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Duncan Gibbs
10-20-2008, 06:39 AM
Just a few thoughts:

I believe that the World is showing symtoms of a cancerous form of economy and a concomitant cancerous society. We believe we can extract resources from the planet in an endless cycle. We talk about peak oil, but what about peak atmosphere, peak ocean, peak water. In Australia the Murray/Darling basin once thought to be the endless food bowl of the nation is stressed to the point of total ecological and agricultural collapse. Water has been over-allocated to irrigators. The recent and ongoing finacial crisis seems to be based on the fact that debt was over-allocated on a housing market that couldn't ever repay the debt. The World population is attempting to live beyond its means, particularly those in the most 'developed' parts, whilst a major slab of the rest of the population attempts to catch up to this profligate standard of living as quickly as it can. China is buidling one large coal fired generator every week which will pump additional carbon into the atmosphere, whilst places like Indonesia and Amazon Basin are deforested at a rate which is growing every day.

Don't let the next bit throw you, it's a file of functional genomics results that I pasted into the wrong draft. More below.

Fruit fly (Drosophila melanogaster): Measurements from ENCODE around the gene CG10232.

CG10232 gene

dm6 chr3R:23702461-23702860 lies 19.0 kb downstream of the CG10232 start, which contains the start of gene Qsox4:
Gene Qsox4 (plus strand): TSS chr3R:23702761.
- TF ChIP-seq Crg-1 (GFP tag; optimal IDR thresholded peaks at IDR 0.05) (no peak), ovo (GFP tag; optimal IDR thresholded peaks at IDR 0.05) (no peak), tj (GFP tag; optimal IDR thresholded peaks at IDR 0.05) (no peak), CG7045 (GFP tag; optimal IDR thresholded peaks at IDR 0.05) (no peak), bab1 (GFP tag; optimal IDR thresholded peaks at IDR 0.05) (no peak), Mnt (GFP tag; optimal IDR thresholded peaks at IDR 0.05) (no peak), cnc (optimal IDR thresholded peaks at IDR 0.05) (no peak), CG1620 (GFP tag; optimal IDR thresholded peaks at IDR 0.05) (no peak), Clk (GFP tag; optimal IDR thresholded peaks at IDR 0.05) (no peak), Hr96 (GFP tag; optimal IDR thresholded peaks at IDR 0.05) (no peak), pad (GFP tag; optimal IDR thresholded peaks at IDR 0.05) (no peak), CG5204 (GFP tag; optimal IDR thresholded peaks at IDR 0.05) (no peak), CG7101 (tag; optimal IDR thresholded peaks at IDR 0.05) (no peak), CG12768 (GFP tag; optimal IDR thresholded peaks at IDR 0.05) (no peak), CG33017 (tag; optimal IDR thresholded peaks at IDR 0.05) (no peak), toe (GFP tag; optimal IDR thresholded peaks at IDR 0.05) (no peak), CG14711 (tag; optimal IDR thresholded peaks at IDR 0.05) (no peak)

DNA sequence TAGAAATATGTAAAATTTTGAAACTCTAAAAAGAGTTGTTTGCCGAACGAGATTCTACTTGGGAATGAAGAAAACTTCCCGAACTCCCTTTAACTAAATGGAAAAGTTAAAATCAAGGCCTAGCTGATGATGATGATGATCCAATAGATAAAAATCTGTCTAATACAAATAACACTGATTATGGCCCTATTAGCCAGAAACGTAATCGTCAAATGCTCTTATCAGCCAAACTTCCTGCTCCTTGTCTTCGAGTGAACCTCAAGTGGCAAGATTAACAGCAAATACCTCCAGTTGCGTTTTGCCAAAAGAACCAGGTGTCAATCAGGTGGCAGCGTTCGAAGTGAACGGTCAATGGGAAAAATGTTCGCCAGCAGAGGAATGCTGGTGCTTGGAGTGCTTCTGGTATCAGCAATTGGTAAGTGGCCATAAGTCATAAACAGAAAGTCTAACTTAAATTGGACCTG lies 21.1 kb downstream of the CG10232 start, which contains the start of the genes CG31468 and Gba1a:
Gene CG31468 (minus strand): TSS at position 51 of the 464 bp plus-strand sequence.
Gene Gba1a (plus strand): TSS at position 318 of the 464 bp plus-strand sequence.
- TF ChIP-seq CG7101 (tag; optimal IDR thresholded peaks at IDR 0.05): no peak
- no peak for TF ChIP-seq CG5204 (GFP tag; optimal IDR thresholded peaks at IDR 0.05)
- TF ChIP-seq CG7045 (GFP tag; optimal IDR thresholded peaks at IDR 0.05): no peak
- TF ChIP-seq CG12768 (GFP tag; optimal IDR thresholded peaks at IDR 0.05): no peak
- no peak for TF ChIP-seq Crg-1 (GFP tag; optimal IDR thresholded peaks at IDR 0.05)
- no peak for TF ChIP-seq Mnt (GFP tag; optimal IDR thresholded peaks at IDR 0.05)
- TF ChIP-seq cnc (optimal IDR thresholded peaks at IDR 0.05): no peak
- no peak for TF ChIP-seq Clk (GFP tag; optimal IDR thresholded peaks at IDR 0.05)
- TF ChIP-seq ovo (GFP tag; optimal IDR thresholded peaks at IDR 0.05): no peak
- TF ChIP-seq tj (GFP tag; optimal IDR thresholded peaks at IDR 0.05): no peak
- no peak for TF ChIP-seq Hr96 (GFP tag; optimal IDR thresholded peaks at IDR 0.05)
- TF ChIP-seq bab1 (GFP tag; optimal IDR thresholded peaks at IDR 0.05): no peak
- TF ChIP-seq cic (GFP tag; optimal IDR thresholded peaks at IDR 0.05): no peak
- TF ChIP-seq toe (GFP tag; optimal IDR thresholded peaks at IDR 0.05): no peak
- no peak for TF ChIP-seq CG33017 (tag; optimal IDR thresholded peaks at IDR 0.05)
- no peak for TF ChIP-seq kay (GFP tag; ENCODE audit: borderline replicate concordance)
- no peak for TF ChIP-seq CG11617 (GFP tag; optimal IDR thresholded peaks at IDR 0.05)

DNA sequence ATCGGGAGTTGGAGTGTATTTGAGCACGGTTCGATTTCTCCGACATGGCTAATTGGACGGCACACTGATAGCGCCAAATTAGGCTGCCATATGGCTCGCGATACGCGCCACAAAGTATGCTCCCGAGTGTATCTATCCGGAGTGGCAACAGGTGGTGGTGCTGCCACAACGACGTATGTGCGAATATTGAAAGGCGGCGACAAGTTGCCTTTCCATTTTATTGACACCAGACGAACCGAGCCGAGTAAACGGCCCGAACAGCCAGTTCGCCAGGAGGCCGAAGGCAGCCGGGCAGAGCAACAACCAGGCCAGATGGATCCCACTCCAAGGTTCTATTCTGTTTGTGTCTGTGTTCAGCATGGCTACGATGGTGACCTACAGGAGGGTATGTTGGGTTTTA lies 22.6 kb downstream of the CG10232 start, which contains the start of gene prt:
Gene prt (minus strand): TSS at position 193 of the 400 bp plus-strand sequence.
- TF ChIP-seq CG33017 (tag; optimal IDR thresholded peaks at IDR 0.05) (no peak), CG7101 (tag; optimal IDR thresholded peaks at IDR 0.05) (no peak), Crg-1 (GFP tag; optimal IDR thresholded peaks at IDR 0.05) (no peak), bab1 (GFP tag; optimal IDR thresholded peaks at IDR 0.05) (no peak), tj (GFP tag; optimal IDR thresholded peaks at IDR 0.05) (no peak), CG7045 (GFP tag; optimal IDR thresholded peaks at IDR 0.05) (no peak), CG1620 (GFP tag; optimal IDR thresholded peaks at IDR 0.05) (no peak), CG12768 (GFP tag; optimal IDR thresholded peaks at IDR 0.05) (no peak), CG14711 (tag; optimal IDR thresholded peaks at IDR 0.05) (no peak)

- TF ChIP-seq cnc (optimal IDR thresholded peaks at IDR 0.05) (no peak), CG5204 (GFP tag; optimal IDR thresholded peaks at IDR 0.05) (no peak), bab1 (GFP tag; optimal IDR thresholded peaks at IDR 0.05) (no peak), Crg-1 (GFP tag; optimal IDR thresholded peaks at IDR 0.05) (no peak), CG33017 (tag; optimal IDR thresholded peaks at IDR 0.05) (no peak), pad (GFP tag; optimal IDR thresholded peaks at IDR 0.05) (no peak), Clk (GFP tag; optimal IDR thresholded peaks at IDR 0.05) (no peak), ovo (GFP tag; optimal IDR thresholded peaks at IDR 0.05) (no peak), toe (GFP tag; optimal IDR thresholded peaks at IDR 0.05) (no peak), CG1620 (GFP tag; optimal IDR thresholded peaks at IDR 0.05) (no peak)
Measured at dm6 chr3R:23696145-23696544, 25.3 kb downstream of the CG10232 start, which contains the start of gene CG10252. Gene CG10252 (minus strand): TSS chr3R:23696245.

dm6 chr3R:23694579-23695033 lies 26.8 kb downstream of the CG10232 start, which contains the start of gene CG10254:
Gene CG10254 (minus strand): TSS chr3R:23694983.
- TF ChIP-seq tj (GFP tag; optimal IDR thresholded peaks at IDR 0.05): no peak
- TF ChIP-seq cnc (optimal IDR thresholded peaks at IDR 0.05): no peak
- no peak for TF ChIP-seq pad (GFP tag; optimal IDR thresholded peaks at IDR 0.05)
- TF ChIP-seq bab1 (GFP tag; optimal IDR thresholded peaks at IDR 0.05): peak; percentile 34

Maybe it's time to devalue time and just stop and think.

Maybe it's time to work out where all this rabid consumption is taking us.

Maybe it's time to devolve a bit and put our hands in the soil and smell the Earth.

Maybe now is the time, EXACTLY WHEN our finacial systems are in ruin to think about how we wish to rebuild them so they work for a long term future rather than a short term profit. Rather than thinking about how we can't afford to do anything else other than rebuild our financial system just the way it was and THEN work out how to cut green house gases.

Maybe we should stop and think about whether we really NEED to see the sport in wide screen high definition plasma.

Maybe...

Just some of my thoughts...

Milo Christensen
10-20-2008, 07:17 AM
Maybe, maybe not. Maybe we don't need to spend the money on elaborate landscaping, maybe we shouldn't have developers pay good money to have someone build a model of a new development. Maybe all that money should go into reducing greenhouse gasses. Then again, maybe not.

Popeye
10-20-2008, 07:33 AM
if it was up to men and men alone , we would all be living in caves

conclusion : women are bad for the environment

Canoez
10-20-2008, 07:38 AM
if it was up to men and men alone , we would all be living in caves

conclusion : women are bad for the environment

One of these days, Olive Oyl is gonna get you...

Milo Christensen
10-20-2008, 07:40 AM
Popeye's Olive Oyl is extra virgin.

Canoez